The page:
Ms. Karolyn Gale

Ms. Karolyn Gale is the Senior Director of regulatory affairs at biotechnology company Emergent BioSolutions, which has partnered with third party pharmaceutical and biotechnology innovators to manufacture potential COVID-19 vaccines. She discussed vaccine accessibility and regulation, addressing concerns related to the speed of vaccine development related to Operation Warp Speed.

September 29, 2020

Ms. Karolyn Gale is the Senior Director of regulatory affairs at biotechnology company Emergent BioSolutions, responsible for reviewing documents and launching products. Emergent BioSolutions develops and manufactures medical countermeasures against public health threats such as botulism, chikungunya, and anthrax. Such countermeasures include both human and equine hyperimmune plasma, as well as NARCAN® Nasal Spray to address the opioid crisis.

Due to the pandemic, Emergent BioSolutions is developing human and equine plasma derived hyperimmune treatments, and partnering with third-party pharmaceutical and biotechnology innovators to manufacture potential COVID vaccines. These projects are supported by Operation Warp Speed, which provides funding and support for public-private partnerships to develop a vaccine against SARS-CoV-2.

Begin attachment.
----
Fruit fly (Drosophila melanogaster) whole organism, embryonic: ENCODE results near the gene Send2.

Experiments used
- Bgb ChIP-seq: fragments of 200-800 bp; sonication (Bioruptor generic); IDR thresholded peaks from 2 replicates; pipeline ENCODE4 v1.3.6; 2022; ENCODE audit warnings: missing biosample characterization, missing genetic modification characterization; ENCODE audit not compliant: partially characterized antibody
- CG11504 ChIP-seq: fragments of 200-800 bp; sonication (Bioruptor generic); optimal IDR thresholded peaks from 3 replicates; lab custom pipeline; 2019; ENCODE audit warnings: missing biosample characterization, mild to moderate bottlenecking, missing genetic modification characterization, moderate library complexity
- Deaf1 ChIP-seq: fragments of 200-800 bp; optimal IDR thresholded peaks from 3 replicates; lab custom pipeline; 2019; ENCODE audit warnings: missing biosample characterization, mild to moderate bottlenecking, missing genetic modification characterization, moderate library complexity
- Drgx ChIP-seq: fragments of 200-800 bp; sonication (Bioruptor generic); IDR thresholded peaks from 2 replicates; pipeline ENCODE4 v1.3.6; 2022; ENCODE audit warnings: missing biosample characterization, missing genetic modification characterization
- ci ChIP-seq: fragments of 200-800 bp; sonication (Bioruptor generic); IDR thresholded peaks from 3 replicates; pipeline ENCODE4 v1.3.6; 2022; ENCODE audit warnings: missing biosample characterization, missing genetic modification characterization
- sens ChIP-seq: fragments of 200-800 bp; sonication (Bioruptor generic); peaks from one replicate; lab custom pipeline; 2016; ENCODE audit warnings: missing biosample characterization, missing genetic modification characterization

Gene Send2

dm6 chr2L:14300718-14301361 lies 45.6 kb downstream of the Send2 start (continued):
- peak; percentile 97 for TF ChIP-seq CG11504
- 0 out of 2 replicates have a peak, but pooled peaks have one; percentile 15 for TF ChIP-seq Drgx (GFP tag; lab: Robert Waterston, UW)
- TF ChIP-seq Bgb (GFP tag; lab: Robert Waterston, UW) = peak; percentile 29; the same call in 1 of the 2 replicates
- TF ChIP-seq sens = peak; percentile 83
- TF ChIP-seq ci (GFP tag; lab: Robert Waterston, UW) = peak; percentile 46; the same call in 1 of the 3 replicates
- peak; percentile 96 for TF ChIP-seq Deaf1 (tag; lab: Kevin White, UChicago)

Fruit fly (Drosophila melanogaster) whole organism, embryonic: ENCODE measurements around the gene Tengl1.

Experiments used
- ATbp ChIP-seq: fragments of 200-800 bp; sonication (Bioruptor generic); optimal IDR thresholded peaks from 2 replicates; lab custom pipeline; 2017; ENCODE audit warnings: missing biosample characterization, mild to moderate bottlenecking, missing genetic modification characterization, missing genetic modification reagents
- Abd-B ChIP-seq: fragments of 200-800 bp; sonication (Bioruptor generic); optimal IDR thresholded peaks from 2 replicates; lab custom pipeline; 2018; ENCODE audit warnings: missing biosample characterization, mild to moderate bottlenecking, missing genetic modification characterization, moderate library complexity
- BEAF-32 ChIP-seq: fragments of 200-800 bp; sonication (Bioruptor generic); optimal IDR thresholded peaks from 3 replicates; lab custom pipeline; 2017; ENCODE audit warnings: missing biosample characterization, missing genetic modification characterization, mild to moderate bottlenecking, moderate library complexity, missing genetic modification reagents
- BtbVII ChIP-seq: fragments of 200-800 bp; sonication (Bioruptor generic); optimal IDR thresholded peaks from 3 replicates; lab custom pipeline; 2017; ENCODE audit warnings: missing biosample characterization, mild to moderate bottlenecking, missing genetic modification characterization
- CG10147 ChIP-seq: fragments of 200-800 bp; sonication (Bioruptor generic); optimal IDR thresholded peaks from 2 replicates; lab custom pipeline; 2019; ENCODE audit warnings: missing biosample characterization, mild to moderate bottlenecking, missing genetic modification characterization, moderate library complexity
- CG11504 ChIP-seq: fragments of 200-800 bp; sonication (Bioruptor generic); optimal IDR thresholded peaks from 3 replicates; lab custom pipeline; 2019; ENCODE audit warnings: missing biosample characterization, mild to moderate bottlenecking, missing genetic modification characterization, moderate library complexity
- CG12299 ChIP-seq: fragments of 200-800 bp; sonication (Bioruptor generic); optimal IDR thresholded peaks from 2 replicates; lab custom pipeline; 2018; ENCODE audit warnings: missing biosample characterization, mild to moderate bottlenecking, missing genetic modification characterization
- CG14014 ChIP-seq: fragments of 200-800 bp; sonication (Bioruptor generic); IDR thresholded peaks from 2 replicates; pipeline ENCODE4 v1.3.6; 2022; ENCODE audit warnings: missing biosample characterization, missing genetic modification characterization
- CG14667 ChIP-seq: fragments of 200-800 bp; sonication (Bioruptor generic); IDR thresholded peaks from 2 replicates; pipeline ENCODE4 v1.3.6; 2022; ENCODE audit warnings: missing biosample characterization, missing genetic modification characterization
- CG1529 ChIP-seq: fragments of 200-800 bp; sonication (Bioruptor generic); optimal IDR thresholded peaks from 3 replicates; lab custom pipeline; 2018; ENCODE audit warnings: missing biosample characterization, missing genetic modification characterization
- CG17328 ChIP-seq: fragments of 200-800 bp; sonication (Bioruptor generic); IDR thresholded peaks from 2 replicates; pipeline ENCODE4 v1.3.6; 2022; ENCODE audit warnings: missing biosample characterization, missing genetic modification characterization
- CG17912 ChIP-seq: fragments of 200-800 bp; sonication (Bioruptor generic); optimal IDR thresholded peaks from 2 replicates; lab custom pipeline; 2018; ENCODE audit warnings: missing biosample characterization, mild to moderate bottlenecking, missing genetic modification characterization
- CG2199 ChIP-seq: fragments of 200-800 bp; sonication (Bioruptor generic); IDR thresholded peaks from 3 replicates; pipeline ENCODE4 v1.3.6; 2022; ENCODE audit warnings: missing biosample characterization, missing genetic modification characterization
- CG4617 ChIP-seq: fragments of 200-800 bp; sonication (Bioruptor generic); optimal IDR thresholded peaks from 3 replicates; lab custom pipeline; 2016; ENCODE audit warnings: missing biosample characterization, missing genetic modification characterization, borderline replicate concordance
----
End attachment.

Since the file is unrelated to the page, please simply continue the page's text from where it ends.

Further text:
When asked if drug regulations could or even should be improved, Ms. Gale affirmed her confidence in the current regulations. Though the public may perceive vaccine progress as “too fast” under Operation Warp Speed, Ms. Gale explained that the concerted effort of public and private researchers is to thank for rapid vaccine development, rather than major protocol changes. “There is no exception to good manufacturing practices,” she added, emphasizing that “no shortcuts” have been taken throughout the development process. She went on to add that vaccine developers have become increasingly transparent throughout the pandemic, openly sharing information such as clinical trial protocols on the internet.

I next asked how vaccine distribution could be managed with accessibility and fairness in mind, once a vaccine is successfully developed. Ms. Gale responded that distributors must consider factors such as risk to exposure and risk of severe infection. While front-line medical professionals are clearly at high risk of exposure, it may be more difficult to determine who will become extremely sick, versus who would experience mild symptoms or even remain asymptomatic. While Ms. Gale does not work with product pricing in regulatory affairs, she suggests that manufacturers engage in cross-functional discussions with key opinion leaders and government agencies to determine the best distribution strategy.

Opinions shared in this interview are specific to the individual, and not necessarily that of Emergent BioSolutions.

Protection of Human Subjects Protocol